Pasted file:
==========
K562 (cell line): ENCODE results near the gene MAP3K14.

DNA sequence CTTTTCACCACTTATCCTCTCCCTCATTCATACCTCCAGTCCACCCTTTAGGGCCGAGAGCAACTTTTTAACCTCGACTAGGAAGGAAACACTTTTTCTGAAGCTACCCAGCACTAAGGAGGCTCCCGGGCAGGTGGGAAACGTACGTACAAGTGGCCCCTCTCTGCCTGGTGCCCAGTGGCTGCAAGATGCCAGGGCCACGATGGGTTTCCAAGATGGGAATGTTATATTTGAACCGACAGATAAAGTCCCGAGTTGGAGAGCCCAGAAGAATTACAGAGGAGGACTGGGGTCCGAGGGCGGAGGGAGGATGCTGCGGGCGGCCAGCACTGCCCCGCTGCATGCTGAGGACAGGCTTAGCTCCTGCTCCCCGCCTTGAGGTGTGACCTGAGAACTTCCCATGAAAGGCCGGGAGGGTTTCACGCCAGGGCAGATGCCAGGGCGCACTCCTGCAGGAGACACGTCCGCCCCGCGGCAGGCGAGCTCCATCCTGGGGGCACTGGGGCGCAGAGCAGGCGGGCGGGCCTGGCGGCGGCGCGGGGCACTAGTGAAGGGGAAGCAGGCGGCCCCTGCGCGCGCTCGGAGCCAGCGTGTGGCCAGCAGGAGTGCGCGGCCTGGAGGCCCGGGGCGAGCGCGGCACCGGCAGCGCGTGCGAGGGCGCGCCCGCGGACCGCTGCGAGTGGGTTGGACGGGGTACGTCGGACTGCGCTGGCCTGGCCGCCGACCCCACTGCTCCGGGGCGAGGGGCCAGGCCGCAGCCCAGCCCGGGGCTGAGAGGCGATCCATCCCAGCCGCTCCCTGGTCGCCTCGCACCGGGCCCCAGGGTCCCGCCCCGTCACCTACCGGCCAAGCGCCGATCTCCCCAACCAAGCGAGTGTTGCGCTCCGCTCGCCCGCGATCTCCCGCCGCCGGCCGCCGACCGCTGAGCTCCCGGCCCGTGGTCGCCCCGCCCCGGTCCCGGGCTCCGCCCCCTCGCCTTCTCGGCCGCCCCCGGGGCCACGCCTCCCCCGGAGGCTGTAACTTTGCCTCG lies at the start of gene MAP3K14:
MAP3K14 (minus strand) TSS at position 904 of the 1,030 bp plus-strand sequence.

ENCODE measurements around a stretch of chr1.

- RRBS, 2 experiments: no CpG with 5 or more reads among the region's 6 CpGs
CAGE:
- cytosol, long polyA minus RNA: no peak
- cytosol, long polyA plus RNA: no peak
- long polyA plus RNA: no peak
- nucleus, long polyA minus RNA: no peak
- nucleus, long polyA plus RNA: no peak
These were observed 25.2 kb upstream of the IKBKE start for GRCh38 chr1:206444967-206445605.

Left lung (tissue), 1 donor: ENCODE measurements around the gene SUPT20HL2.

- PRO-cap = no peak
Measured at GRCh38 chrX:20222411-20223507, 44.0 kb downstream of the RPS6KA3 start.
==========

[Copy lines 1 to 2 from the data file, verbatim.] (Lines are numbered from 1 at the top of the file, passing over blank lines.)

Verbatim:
K562 (cell line): ENCODE results near the gene MAP3K14.

DNA sequence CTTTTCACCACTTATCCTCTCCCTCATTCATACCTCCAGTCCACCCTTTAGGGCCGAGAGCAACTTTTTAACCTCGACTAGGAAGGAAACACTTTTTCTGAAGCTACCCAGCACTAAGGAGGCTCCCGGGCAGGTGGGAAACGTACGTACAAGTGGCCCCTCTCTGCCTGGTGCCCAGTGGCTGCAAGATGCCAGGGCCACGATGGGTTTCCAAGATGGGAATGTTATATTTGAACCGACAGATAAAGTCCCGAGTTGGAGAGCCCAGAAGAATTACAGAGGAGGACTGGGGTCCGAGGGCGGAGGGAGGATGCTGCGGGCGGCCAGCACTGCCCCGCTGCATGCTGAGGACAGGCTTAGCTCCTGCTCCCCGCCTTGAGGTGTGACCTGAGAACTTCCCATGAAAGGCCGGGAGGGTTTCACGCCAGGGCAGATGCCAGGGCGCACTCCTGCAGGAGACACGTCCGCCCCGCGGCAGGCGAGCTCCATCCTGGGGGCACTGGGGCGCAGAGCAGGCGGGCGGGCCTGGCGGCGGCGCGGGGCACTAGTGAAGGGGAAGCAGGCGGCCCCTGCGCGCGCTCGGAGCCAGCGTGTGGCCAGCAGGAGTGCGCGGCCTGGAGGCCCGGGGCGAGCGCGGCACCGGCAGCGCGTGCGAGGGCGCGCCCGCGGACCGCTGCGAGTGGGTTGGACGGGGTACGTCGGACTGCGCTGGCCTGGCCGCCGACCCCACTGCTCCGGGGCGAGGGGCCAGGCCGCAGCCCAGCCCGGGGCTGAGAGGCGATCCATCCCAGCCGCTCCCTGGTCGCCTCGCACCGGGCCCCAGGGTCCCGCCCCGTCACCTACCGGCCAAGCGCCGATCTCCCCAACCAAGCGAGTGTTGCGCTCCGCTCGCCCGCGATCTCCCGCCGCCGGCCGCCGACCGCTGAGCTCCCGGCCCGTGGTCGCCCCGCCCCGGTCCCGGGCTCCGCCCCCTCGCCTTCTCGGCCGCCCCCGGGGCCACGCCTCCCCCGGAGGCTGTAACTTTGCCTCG lies at the start of gene MAP3K14: